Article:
Many things that work locally work the same way when connected to a project directly on GitHub, but some do not. Which is the vaguest thing anyone has ever written on the internet, but understanding how this all works will shed some light on what you can reasonably expect.

How It Works

VS Code has a file system provider API that has been around for some time. What this API does is provide a mechanism to consume an API as if it were a physical file. In this case, the Remote Repositories extension is consuming and mapping the GitHub API to a “Virtual Workspace” in VS Code.

This means that any extension that is trying to work with physical files is not going to work until the extension author updates their extension to use the Virtual File System API. Which means that things that don’t work today might work in the future as extensions are updated.

So what can you expect to work? Themes, key bindings, snippets and grammar extensions. These types of extension typically don’t execute any code, so you know they aren’t trying to work with files which means it’s safe (internet safe) to assume they’ll work in Remote Repositories.

But some things won’t ever work because you need local file access to do them.

A prime example of this is Prettier. Prettier is a CLI tool that alters your local files by reformatting your code. Since there is no local file access, it doesn’t currently work with Remote Repositories. So nobody is going to change those double quotes to singles automatically or put that semicolon back. Or remove it. I want out of this paragraph.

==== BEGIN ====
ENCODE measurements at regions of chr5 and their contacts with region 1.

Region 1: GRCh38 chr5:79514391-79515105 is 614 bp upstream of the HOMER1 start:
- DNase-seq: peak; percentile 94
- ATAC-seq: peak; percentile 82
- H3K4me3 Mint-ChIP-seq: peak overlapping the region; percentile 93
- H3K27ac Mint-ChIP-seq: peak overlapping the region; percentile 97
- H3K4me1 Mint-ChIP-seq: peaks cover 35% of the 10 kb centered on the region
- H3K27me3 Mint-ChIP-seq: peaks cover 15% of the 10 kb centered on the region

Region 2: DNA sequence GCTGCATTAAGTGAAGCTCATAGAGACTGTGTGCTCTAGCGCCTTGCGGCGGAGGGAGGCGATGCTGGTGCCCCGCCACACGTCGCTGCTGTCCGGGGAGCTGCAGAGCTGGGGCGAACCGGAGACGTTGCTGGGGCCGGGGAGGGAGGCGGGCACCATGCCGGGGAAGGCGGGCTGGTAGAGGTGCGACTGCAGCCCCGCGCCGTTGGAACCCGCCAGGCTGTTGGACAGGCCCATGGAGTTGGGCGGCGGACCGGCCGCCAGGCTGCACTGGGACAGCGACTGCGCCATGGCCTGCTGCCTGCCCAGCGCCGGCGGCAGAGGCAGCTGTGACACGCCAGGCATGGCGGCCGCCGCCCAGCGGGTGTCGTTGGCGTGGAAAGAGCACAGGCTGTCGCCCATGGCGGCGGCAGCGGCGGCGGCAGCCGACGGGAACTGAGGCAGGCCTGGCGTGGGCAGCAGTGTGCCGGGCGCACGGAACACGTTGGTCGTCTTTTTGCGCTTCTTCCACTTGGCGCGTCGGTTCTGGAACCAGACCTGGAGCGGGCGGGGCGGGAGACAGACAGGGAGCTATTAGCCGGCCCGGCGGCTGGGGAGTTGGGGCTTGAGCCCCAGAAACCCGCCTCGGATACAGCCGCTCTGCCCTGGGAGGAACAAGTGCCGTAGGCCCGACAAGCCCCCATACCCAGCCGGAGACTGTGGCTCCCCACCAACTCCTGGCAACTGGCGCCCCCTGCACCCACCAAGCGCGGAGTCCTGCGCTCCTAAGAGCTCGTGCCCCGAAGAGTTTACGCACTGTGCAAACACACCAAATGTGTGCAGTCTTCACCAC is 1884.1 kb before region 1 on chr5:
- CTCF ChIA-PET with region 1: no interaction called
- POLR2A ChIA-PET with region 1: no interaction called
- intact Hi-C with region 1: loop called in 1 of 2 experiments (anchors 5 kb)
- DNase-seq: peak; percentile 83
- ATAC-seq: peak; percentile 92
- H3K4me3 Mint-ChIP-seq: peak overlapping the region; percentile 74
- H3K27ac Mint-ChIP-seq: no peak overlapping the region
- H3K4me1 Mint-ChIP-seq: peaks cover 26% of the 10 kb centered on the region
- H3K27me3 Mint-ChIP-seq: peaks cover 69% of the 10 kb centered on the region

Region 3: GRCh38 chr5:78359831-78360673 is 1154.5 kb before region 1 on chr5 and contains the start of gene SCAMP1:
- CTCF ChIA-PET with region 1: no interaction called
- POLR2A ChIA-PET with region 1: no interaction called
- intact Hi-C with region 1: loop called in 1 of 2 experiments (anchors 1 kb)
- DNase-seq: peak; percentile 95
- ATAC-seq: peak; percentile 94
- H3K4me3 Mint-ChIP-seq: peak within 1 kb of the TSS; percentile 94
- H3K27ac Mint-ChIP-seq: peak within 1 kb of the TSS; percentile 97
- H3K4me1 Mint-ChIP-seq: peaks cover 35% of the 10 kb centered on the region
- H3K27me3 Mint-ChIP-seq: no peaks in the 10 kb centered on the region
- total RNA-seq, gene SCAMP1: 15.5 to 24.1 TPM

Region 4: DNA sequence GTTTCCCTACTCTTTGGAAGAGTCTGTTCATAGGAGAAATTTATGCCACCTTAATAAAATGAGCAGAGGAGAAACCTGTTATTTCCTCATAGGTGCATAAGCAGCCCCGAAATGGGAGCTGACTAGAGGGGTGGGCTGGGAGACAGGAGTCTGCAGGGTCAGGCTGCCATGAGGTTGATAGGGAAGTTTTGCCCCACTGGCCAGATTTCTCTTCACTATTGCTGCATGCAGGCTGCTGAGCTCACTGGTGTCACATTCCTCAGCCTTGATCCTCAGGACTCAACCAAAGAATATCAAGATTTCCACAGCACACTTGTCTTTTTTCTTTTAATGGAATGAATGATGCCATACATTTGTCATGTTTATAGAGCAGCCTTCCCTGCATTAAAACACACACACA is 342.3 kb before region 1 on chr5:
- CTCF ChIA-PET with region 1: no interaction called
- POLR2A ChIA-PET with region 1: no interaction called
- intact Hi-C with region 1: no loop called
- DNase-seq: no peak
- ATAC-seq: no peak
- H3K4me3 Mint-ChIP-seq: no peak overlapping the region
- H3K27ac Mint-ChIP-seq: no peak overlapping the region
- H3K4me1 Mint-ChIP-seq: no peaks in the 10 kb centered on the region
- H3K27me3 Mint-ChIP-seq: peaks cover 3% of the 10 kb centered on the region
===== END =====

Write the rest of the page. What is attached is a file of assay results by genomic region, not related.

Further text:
In fact, you can’t run a Remote Repositories project at all. If you open the terminal while connected to a Remote Repository, it will be there. But it won’t have any access to this project.

Which is legit because the project doesn’t actually exist on your machine. So how do you get a terminal if you find you actually do want to run the code you are working with, or just upgrade your editing experience to full-blown VS Code?

How to Switch to Full VS Code

If you click in that green bottom left-hand part of the Status Bar that says “GitHub” right now, you’ll see an option to “Continue Working On”.

This option will let you either clone the project locally, or open it in a GitHub Codespace.

If you’re in the Codespaces Beta (request access here), you can open the repo in a Codespace. This is VS Code running in the browser, but backed by a compute environment where you can run anything just like it was on your desktop. This works because VS Code was originally designed to be a web app. True story.

Or clone it locally! Crack open that c:UsersyouDocumentsGitHub folder that you regret choosing to put all  your projects in because now your “Documents” folder is being backed up to OneDrive and it’s got 900 terabytes of node_modules in it. Well – now it’s got 920.

Cool. But Why?

The natural question you should be asking yourself right now is, “Very cool! But why do I need this?”

Excellent question. You are preceptive and people like you.

Consider the following scenarios…

Get More Remote

Now that you have Remote Repositories, you can clean out that dev folder. Just right-click and delete something. See how good that feels?

Remote Repositories is one of several ways to do “Remote” development with VS Code. Check out these other options to use VS Code to connect to almost anything.

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You can now open anything (that you have access to) on GitHub directly from VS Code with the official Remote Repositories extension. And I do mean directly. That means no clone. No download. No looking at your dev folder and wondering why on earth you structured your projects this...